- The Washington Times - Friday, July 5, 2019

New York Gov. Andrew Cuomo’s office said Friday they will be addressing a pair of bills that take aim at President Trump: one regarding his state tax returns and another empowering state prosecutors to go after individuals Mr. Trump may pardon on federal charges for the same alleged crime.

Mr. Cuomo has expressed support for both bills, which have already passed the New York House and Senate, but lawmakers have questioned why neither of the bills have been signed into law yet.

“We’ve been clear in our support for this legislation,” Cuomo senior adviser Rich Azzopardi said to NBC News in a statement, “However, more than 900 bills passed both houses of the Legislature this session and each one is closely reviewed by our Counsel’s office to ensure that they are drafted correctly and do what they say they do.”

“That said, we anticipate taking action on these bills soon,” he added.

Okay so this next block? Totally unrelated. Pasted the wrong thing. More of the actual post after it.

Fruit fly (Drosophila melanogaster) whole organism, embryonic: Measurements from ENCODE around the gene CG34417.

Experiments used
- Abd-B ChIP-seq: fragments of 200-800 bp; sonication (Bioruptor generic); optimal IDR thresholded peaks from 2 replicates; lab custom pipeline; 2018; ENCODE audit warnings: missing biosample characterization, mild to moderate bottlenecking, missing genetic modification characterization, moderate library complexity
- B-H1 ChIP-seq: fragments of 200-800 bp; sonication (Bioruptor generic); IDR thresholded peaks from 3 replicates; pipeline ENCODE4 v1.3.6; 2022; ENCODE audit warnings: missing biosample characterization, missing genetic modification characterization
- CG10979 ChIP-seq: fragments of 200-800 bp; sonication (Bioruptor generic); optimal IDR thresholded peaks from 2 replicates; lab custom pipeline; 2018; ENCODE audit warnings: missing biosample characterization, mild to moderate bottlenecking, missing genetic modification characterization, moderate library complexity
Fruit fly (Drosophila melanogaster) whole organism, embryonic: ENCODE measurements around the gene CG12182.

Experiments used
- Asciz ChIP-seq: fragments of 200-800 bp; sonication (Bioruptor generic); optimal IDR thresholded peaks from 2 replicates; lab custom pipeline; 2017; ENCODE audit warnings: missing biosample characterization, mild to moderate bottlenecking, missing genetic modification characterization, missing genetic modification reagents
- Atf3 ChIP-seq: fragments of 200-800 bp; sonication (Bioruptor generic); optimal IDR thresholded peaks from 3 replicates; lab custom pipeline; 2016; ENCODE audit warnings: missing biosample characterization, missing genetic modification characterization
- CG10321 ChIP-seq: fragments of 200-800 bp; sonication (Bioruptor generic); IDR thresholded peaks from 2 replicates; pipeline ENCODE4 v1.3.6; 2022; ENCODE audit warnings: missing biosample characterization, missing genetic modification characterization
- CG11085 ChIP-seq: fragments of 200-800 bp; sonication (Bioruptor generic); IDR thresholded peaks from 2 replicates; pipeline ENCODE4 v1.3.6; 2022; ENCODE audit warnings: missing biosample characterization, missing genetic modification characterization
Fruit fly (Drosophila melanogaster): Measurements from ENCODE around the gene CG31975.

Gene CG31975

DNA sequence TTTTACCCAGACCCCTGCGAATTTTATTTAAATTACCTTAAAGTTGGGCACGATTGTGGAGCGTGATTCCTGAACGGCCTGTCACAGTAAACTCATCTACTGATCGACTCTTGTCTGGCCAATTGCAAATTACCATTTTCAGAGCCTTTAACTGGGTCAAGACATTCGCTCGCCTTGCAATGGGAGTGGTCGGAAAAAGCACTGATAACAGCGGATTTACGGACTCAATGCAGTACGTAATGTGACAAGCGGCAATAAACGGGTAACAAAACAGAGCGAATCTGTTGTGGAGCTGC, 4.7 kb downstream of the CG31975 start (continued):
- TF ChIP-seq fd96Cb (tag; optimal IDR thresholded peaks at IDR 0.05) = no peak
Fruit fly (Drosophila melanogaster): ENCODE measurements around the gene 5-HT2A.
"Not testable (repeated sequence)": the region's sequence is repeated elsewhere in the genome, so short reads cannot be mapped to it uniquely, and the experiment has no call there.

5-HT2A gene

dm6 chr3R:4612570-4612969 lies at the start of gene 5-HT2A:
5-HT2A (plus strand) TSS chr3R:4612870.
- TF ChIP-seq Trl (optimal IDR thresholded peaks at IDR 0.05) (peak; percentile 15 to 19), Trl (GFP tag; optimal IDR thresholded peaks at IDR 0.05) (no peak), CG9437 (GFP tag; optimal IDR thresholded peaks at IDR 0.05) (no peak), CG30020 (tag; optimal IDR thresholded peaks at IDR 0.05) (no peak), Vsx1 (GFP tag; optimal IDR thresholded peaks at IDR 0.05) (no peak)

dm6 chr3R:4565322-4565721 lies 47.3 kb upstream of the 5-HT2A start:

The tax return legislation would make it simpler for Mr. Trump’s home state to turn over state tax returns for people who hold public office to three congressional committees, likely aimed at Mr. Trump due to his administration’s repeated stonewalling of handing over his financial documents.

The other bill would allow prosecutors to pursue charges at a state level even if they were given a presidential pardon. This was also seen as a shot at Mr. Trump who has spoken about pardoning those reported in special counsel Robert Mueller’s investigation.

Last month the U.S. Supreme Court affirmed the “separate sovereigns” doctrine that holds that the Constitution’s prohibition of double jeopardy doesn’t apply when an accused individual faces prosecutions at both federal and state levels for the same offense. In Gamble v. United States, the justices Mr. Trump named to the court split on the question, with Justice Kavanaugh voting with six other justices in the majority while Justice Gorsuch dissented along with liberal Justice Ginsburg.

NBC reported the tax return bill could get a signature by Wednesday, while the pardon bill has yet to receive a date.

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